At the beginning of March, Bolt Mobility, an e-scooter company with permits to operate in multiple cities in the US and internationally, announced a $30 million Series A round at a $100 million valuation.
But when the covid-19 pandemic escalated and lockdowns began later that month, the Miami-based start-up’s revenue dropped substantially as authorities prohibited the use of e-scooters.
The company had cash in the bank, but its runway was significantly shortened, said Maggie Vo, general partner and chief investment officer of Rokk3r Fuel, the VC firm that led Bolt Mobility’s Series A.
Vo advised the e-scooter start-up to apply for the government’s Paycheck Protection Program. The $500,000 PPP loan the company received saved the micromobility company 18 jobs, Vo said.
In fact, Miami-based Rokk3r Fuel advised all of its 16 US-based portfolio companies to apply for PPP. Only six companies qualified for the loan, according to Vo. The firm is currently investing out of a $224 million second fund.
“Most of our companies are seed and Series A companies. Eighty percent of their expenses go to payroll,” Vo said, adding that the PPP loans have been a “lifesaver” for the firm’s portfolio companies.
While not all Rokk3r Fuel’s portfolio companies were equally impacted by shutdowns, Vo explained that taking PPP loans was a financially prudent decision for its investments.
When asked if Rokk3r Fuel’s start-ups could have raised additional capital, Vo said, “raising more capital would have diluted ownership, and company valuations would have to take a big hit in this environment.”
Looking at PPP optics
PPP was set up to protect the jobs of workers employed by small businesses, but the program drew criticism when it became apparent that the list of companies to receive PPP assistance, funded by tax-payers’ money, went to some companies backed by venture capitalists.
Some of the start-ups that applied for the loan eventually decided not to take the money fearing public blowback.
Optics were a big part of the consideration for VC managers, most of whom were helping their portfolio companies navigate the PPP process, said Michael Kim, founder of Cendana Capital, a seed-stage fund of funds.
Similarly, Matt Lyons, a partner with a law firm Shearman & Sterling who advised VC firms and start-ups on the PPP process said, “Some VCs advised their portfolio companies not to take the money because it could have been perceived that the money went to VCs as opposed to legitimate uses, such as payroll and preventing layoffs.”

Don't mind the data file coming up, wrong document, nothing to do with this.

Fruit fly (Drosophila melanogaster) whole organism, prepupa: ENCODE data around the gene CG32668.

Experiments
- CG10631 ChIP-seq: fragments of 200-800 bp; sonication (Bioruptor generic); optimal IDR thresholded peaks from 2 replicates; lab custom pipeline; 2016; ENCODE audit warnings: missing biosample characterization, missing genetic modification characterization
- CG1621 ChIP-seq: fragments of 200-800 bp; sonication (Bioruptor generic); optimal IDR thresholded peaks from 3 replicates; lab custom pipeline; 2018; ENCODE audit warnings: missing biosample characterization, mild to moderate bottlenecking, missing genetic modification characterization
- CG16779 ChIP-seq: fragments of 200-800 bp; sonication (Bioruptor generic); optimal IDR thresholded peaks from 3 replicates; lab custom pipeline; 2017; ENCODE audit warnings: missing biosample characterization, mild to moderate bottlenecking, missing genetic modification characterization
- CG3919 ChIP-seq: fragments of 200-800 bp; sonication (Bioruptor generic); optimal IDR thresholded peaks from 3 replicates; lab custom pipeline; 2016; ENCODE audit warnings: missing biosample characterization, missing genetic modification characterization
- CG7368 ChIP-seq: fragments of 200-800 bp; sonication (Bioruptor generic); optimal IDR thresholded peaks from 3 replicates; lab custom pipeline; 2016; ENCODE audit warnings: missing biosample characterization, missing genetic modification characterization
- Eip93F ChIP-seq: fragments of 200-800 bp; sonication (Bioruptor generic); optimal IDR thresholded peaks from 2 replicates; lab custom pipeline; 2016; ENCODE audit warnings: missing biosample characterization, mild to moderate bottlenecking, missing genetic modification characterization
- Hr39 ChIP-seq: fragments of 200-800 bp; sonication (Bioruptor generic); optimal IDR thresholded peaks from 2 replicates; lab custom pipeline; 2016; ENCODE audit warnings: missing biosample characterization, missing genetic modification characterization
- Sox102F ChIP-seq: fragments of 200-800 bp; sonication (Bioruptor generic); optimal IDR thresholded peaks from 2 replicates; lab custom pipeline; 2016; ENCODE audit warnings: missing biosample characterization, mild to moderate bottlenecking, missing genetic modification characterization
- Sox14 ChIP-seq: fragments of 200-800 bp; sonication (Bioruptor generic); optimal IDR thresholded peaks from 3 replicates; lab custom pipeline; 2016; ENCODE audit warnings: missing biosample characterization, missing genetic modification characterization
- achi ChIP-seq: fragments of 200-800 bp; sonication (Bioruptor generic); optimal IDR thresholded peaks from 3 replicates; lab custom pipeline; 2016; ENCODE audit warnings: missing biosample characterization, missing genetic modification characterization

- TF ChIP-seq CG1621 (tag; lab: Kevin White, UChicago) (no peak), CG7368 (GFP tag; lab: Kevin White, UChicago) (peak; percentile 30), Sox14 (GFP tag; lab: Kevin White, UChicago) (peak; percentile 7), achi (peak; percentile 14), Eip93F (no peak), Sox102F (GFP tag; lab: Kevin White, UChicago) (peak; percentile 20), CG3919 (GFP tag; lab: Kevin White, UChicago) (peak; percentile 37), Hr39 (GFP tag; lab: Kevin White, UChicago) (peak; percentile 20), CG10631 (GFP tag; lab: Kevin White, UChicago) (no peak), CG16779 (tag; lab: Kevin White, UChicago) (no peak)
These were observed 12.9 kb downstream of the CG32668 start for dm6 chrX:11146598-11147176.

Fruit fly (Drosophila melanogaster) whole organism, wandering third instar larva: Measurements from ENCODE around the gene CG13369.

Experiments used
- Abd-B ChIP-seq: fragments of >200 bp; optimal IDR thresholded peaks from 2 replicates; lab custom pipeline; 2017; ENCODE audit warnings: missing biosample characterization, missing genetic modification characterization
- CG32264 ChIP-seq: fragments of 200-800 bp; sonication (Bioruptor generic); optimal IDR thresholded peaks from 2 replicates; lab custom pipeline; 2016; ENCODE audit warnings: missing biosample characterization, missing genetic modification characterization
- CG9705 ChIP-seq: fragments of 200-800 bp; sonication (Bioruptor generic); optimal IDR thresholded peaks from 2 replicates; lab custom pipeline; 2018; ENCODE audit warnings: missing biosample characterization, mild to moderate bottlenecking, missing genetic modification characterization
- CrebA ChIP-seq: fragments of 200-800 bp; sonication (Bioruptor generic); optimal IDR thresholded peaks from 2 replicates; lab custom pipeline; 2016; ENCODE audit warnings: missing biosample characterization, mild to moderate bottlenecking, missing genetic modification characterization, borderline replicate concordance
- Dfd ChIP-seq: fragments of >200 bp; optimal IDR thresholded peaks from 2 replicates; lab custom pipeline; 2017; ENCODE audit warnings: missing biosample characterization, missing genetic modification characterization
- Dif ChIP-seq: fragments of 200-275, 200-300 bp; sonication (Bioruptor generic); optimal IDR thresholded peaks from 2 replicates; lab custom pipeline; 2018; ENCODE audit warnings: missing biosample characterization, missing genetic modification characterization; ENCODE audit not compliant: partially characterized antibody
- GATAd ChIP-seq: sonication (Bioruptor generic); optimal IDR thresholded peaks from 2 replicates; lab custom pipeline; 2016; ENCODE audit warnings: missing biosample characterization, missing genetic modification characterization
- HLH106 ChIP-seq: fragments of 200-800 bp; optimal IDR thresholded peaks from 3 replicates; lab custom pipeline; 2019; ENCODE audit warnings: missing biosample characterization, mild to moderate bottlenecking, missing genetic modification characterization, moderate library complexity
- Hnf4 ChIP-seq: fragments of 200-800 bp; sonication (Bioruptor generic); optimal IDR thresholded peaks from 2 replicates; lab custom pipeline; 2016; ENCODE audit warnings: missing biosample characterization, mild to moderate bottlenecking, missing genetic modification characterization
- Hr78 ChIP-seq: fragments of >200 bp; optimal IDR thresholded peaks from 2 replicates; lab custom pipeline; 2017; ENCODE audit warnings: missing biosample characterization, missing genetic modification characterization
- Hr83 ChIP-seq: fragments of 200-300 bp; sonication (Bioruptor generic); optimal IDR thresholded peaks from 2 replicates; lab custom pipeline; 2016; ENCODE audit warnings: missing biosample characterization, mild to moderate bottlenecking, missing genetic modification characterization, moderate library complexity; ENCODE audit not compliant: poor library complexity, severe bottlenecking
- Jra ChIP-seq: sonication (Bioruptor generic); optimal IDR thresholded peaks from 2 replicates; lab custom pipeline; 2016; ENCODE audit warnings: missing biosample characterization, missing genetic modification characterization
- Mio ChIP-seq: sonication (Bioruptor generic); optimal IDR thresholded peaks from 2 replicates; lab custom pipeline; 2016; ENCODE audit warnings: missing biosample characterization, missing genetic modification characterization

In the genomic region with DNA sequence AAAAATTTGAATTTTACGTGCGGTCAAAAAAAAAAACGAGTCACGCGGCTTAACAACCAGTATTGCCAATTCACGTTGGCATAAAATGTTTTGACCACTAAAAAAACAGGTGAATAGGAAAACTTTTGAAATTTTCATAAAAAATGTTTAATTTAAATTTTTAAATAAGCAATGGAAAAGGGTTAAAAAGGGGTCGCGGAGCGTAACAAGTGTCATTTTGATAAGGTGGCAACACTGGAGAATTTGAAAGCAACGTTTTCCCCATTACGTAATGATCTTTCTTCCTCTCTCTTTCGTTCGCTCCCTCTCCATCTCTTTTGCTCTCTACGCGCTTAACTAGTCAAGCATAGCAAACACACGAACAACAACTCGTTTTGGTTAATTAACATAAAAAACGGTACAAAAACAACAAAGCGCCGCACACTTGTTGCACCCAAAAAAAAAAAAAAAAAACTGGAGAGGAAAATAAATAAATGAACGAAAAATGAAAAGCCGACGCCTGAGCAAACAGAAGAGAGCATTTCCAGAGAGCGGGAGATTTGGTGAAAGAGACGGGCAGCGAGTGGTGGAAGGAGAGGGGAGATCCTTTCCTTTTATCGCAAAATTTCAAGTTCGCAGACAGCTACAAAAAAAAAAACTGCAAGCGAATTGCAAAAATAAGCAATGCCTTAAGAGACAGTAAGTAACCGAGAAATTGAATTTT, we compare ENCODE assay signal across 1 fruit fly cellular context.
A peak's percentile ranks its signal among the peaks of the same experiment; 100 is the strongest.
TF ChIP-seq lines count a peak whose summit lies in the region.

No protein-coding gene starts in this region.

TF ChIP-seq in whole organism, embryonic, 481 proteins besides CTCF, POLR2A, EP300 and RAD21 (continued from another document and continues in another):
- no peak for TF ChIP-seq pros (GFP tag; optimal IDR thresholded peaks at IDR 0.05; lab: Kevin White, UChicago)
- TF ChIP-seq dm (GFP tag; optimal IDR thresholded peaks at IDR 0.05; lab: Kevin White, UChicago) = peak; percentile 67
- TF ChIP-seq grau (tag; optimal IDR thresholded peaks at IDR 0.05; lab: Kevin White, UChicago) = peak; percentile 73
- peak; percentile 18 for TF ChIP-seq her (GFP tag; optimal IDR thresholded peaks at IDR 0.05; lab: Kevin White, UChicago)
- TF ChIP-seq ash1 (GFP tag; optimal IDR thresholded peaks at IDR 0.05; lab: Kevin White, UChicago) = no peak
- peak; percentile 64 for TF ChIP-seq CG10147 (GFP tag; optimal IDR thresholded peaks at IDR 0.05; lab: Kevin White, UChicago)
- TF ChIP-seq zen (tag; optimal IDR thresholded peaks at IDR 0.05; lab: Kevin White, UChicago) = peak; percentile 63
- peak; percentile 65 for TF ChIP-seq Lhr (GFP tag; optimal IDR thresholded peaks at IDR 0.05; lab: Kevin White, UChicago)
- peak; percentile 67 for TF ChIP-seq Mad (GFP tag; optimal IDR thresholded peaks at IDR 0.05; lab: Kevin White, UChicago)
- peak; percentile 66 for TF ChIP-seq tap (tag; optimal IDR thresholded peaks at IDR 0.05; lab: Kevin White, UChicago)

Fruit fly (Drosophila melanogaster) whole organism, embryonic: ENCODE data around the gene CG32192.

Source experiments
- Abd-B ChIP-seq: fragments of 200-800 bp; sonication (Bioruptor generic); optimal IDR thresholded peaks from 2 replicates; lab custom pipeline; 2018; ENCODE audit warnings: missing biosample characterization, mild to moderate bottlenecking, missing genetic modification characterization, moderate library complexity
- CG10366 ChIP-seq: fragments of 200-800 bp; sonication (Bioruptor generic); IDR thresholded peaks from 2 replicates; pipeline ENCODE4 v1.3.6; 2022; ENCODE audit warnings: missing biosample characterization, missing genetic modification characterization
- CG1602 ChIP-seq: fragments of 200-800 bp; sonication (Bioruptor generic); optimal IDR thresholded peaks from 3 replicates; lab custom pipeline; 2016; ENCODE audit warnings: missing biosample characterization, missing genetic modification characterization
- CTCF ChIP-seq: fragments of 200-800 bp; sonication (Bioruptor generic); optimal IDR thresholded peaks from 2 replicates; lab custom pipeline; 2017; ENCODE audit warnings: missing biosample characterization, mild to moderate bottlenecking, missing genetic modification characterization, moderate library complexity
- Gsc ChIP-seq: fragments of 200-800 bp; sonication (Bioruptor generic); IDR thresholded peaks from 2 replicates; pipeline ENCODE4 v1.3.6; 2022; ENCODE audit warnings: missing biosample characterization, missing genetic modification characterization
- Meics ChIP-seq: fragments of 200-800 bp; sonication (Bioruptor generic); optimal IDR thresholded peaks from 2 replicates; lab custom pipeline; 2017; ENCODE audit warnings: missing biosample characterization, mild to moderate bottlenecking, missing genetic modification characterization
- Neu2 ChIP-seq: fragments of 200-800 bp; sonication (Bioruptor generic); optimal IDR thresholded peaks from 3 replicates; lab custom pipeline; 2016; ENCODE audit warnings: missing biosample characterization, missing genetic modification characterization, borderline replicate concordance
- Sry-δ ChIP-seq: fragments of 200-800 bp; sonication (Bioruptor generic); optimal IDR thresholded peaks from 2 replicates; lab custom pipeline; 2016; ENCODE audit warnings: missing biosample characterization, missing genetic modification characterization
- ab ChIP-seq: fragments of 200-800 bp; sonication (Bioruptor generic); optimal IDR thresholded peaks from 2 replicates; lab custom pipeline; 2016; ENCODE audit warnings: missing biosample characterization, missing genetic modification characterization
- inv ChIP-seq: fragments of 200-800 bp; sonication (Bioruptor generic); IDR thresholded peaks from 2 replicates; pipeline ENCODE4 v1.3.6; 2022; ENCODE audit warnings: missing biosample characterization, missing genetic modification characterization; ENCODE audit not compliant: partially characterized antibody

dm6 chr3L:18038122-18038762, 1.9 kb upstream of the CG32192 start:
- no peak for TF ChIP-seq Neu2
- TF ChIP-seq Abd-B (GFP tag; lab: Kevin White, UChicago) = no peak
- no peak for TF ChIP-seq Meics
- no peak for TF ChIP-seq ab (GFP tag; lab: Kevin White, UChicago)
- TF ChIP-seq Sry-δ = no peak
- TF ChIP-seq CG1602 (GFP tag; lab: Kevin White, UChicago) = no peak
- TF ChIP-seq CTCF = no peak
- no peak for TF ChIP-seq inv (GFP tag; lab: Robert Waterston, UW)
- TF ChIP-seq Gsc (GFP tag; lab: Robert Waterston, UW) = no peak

Maybe 10 percent of VC firms aggressively pushed companies to apply for the loans, and another 10 percent were dogmatically opposed to governmental assistance, but the vast majority of firms considered the PPP program for its companies on a case by case basis where it is was most needed, Lyons said.
Vasudev Bailey, a healthcare-focused partner with ARTIS Ventures, said via email that some of the firm’s portfolio companies looked at PPP options, but the companies that applied withdrew their applications. “Our CEOs felt strongly about not taking money away from labs, retail and consumer businesses that really needed access to capital,” he said.
Since many clinical trials were on hold, some of ARTIS investments were impacted by covid-19, Bailey said. But most of these companies knew they would recover, and their cash position was strong enough to weather the shutdown, he said, adding that optics was not something the firm considered when deciding not to take the PPP loan for the firm’s investments.
More than 5,500 VC-backed companies received forgivable loans of $150,000 or more from the government’s program, according to the analysis by PitchBook. These companies included dozens of well-capitalized start-ups, such as a rental service Getararound, which received at least $5 million, and Revolution Foods, a maker of meal kits, that obtained a loan of $7.95 million, as reported last week by Venture Capital Journal.
Lyons said that most VC-backed companies that sought and received PPP loans were legitimately and significantly impacted by the shutdowns and used the funds for their intended purposes.
As for Rokk3r Fuel’s outlook, Vo said, “Our companies are working very hard to get back to normal. In the meantime, many of them are leveraging government support to keep the lights on.”